It is a good idea to plan the layout of the business on paper: how big each area and subarea are to be, and how each is to relate to the other. This physical plant layout plan should be made while the business is
still in the developmental stage. It allows the owner to think about the business in an organized way and also provides a beginning point for rethinking the layout if expansion is needed later.

Proper sizing of each area and ease of circulation are the keys to a successful layout (Figures 22-1 and 22-2). Examples of sizing have already been given. Circulation patterns are equally important. Both the customers and the employees must be considered. Customers will seek the most direct route from their cars to the products they came to buy.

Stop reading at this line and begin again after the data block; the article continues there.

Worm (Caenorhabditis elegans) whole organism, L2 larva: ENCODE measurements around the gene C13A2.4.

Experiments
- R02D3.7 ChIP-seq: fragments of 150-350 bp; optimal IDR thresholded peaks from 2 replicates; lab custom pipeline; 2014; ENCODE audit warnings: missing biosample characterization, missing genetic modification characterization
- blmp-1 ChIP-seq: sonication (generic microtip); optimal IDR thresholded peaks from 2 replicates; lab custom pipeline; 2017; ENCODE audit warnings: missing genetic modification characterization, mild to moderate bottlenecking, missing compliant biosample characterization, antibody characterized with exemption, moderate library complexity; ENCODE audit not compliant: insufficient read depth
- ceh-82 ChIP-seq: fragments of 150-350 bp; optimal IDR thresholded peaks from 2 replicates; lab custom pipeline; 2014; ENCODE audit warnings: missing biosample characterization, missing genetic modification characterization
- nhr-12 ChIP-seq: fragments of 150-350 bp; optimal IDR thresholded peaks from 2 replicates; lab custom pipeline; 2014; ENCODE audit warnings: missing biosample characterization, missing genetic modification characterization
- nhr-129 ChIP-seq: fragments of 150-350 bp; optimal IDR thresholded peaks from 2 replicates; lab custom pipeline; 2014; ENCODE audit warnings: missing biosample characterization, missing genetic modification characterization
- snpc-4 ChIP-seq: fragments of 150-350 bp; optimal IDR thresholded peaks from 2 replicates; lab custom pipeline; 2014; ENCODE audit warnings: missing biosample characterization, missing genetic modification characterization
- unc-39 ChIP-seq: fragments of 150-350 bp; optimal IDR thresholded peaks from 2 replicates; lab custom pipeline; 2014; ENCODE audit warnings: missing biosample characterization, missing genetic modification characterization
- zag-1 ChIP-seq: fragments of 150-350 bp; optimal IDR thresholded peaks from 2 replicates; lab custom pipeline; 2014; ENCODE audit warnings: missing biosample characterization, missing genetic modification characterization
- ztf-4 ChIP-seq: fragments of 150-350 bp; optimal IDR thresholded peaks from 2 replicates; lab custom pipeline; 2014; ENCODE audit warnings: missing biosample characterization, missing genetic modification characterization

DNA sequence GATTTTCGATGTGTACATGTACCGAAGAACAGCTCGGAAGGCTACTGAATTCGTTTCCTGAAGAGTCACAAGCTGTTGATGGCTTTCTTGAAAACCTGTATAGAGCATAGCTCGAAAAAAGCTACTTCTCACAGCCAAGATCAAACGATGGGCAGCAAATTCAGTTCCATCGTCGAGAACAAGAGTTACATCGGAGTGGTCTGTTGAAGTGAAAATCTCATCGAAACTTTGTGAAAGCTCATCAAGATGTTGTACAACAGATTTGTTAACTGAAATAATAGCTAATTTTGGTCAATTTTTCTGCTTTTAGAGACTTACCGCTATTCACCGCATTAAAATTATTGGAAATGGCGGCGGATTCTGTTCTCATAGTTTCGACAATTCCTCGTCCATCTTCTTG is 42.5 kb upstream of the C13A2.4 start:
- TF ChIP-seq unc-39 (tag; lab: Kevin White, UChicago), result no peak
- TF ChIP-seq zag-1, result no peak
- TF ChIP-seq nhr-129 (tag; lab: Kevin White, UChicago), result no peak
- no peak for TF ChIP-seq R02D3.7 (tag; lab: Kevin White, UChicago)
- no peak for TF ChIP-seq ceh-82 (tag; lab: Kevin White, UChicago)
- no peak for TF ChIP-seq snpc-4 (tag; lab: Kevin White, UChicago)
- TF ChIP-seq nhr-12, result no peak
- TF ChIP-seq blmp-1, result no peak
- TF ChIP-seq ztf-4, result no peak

figure 22-2. An example of proper layout for a production nursery. Predictable circulation patterns are shown. Conflicting intersections are minimal. (Delmar/Cengage Learning)

They do not want to pass through work areas or go past the loading dock in the process. They are generally receptive to passing other products on the way to the product they want, however. Meanwhile, employees do not want to be routed through the customer sales area in order to use the rest room. Neither do employees want to take their coffee break in the sales yard.

A staff organization plan can also be useful when a business is start­ing out and each time that expansion or reduction in the staff causes duties to be reassigned (Figures 22-3 and 22-4). A staff organization plan helps employees understand their roles within the company. This reduces conflict over who has responsibilities in a particular area. No business is too small to benefit from an organization plan.

Updated: October 11, 2015 — 12:21 am